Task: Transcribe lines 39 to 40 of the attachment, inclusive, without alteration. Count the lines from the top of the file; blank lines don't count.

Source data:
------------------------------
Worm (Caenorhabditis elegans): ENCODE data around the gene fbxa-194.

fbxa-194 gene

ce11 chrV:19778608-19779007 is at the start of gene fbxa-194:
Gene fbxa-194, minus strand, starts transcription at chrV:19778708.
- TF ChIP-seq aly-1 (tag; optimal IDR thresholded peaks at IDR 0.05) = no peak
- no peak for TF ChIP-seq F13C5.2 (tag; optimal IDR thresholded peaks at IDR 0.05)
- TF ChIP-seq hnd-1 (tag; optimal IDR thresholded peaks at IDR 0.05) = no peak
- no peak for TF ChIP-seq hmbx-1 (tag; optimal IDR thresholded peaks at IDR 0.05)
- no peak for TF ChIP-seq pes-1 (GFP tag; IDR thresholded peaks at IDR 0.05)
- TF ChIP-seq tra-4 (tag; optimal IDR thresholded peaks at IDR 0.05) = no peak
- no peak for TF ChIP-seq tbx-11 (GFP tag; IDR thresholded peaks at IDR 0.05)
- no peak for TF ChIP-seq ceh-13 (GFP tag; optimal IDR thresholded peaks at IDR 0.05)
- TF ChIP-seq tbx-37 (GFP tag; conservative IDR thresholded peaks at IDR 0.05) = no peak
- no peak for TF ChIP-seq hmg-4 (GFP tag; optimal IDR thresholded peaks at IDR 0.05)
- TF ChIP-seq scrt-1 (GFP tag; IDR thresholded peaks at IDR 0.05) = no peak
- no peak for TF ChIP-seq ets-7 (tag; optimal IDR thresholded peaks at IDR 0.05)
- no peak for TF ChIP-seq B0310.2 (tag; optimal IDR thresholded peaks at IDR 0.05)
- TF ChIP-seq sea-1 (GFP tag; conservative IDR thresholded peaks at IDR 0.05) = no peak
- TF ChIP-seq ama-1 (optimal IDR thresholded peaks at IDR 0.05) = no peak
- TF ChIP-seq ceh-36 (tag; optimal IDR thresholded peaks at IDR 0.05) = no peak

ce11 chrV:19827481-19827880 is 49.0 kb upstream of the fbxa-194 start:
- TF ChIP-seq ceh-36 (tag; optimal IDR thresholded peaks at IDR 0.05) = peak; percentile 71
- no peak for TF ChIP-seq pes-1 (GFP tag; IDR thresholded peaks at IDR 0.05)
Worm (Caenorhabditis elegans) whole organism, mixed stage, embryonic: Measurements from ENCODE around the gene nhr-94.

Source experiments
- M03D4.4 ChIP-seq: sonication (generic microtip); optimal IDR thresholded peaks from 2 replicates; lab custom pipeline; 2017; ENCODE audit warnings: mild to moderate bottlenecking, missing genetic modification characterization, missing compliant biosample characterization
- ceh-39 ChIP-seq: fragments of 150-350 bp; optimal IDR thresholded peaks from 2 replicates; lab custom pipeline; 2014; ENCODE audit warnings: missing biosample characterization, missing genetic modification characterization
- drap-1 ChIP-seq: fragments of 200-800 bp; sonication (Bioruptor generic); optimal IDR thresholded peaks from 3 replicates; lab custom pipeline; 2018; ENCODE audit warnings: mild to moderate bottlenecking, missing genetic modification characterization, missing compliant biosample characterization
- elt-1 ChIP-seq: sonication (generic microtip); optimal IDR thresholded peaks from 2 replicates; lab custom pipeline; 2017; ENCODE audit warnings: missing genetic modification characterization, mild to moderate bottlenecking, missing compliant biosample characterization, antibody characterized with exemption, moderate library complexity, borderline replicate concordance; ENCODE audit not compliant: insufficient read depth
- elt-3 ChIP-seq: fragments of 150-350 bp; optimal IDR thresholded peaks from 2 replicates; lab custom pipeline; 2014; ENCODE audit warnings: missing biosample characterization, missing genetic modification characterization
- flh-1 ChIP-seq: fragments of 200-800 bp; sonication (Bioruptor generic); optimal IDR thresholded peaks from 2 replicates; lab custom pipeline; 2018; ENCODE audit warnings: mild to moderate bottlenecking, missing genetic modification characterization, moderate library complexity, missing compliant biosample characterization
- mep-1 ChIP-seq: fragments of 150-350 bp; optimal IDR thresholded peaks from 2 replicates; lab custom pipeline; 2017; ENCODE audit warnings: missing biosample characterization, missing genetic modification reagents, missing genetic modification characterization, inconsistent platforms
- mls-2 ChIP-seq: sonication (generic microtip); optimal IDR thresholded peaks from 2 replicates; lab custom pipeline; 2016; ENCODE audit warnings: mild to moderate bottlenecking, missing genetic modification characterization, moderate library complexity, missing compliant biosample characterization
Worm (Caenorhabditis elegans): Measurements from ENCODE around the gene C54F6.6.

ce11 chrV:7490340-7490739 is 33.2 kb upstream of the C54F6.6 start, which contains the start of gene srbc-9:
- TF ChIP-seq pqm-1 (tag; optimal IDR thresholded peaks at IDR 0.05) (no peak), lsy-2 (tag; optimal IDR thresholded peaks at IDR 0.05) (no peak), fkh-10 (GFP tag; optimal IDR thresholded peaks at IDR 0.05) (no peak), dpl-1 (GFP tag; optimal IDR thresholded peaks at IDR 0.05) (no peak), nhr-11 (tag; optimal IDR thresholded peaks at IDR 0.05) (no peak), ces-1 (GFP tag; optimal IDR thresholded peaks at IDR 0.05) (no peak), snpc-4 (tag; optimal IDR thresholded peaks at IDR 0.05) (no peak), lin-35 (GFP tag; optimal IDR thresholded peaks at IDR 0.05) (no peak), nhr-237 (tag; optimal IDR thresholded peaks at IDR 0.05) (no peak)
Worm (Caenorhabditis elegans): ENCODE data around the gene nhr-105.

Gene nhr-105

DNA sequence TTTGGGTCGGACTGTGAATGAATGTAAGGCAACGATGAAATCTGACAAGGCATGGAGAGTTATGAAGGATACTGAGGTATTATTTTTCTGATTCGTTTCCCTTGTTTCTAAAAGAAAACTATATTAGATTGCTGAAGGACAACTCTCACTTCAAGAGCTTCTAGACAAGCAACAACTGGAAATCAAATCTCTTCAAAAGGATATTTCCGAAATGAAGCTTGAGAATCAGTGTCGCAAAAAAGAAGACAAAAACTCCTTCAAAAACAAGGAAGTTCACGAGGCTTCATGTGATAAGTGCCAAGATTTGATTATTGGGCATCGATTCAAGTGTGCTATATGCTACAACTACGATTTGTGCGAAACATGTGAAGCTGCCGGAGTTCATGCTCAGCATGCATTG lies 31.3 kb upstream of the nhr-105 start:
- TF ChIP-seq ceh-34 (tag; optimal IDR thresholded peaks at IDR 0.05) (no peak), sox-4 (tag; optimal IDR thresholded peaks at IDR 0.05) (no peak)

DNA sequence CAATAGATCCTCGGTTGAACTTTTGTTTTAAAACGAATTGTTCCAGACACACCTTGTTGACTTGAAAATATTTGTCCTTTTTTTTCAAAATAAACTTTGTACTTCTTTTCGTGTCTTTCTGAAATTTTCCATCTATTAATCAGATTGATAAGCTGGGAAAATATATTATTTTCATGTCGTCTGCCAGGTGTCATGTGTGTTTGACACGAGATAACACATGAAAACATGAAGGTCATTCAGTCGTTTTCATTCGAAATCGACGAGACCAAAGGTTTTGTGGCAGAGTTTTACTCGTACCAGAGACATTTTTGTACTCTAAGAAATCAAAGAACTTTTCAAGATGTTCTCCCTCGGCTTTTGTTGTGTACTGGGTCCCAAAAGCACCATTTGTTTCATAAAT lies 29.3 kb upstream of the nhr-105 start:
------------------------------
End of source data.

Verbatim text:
DNA sequence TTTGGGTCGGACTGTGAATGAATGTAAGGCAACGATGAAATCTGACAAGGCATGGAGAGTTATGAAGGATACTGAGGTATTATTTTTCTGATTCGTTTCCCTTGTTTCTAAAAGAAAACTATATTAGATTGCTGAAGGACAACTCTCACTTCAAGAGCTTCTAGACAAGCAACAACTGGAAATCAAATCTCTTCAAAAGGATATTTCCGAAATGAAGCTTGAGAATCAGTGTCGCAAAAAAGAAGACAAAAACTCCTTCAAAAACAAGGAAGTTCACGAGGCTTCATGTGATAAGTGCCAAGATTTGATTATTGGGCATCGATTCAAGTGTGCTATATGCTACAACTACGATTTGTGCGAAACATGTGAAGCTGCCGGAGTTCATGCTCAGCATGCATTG lies 31.3 kb upstream of the nhr-105 start:
- TF ChIP-seq ceh-34 (tag; optimal IDR thresholded peaks at IDR 0.05) (no peak), sox-4 (tag; optimal IDR thresholded peaks at IDR 0.05) (no peak)